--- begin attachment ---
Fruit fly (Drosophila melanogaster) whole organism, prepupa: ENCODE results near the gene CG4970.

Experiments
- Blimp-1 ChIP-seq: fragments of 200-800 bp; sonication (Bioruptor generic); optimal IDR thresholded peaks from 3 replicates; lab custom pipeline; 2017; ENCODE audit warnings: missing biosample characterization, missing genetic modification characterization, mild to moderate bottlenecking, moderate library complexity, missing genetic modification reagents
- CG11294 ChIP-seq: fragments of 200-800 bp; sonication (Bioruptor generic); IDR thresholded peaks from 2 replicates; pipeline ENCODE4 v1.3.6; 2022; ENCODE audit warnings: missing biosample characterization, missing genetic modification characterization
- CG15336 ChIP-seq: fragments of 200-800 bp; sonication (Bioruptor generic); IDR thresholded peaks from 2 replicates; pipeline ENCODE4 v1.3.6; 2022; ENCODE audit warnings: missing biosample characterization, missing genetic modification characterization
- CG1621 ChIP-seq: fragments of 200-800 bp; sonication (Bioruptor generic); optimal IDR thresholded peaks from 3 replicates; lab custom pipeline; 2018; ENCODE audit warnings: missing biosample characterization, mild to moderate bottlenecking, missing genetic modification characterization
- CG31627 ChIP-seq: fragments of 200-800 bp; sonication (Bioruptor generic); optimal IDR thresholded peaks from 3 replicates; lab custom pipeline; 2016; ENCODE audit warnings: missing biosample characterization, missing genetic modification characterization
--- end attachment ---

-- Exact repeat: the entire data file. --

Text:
Fruit fly (Drosophila melanogaster) whole organism, prepupa: ENCODE results near the gene CG4970.

Experiments
- Blimp-1 ChIP-seq: fragments of 200-800 bp; sonication (Bioruptor generic); optimal IDR thresholded peaks from 3 replicates; lab custom pipeline; 2017; ENCODE audit warnings: missing biosample characterization, missing genetic modification characterization, mild to moderate bottlenecking, moderate library complexity, missing genetic modification reagents
- CG11294 ChIP-seq: fragments of 200-800 bp; sonication (Bioruptor generic); IDR thresholded peaks from 2 replicates; pipeline ENCODE4 v1.3.6; 2022; ENCODE audit warnings: missing biosample characterization, missing genetic modification characterization
- CG15336 ChIP-seq: fragments of 200-800 bp; sonication (Bioruptor generic); IDR thresholded peaks from 2 replicates; pipeline ENCODE4 v1.3.6; 2022; ENCODE audit warnings: missing biosample characterization, missing genetic modification characterization
- CG1621 ChIP-seq: fragments of 200-800 bp; sonication (Bioruptor generic); optimal IDR thresholded peaks from 3 replicates; lab custom pipeline; 2018; ENCODE audit warnings: missing biosample characterization, mild to moderate bottlenecking, missing genetic modification characterization
- CG31627 ChIP-seq: fragments of 200-800 bp; sonication (Bioruptor generic); optimal IDR thresholded peaks from 3 replicates; lab custom pipeline; 2016; ENCODE audit warnings: missing biosample characterization, missing genetic modification characterization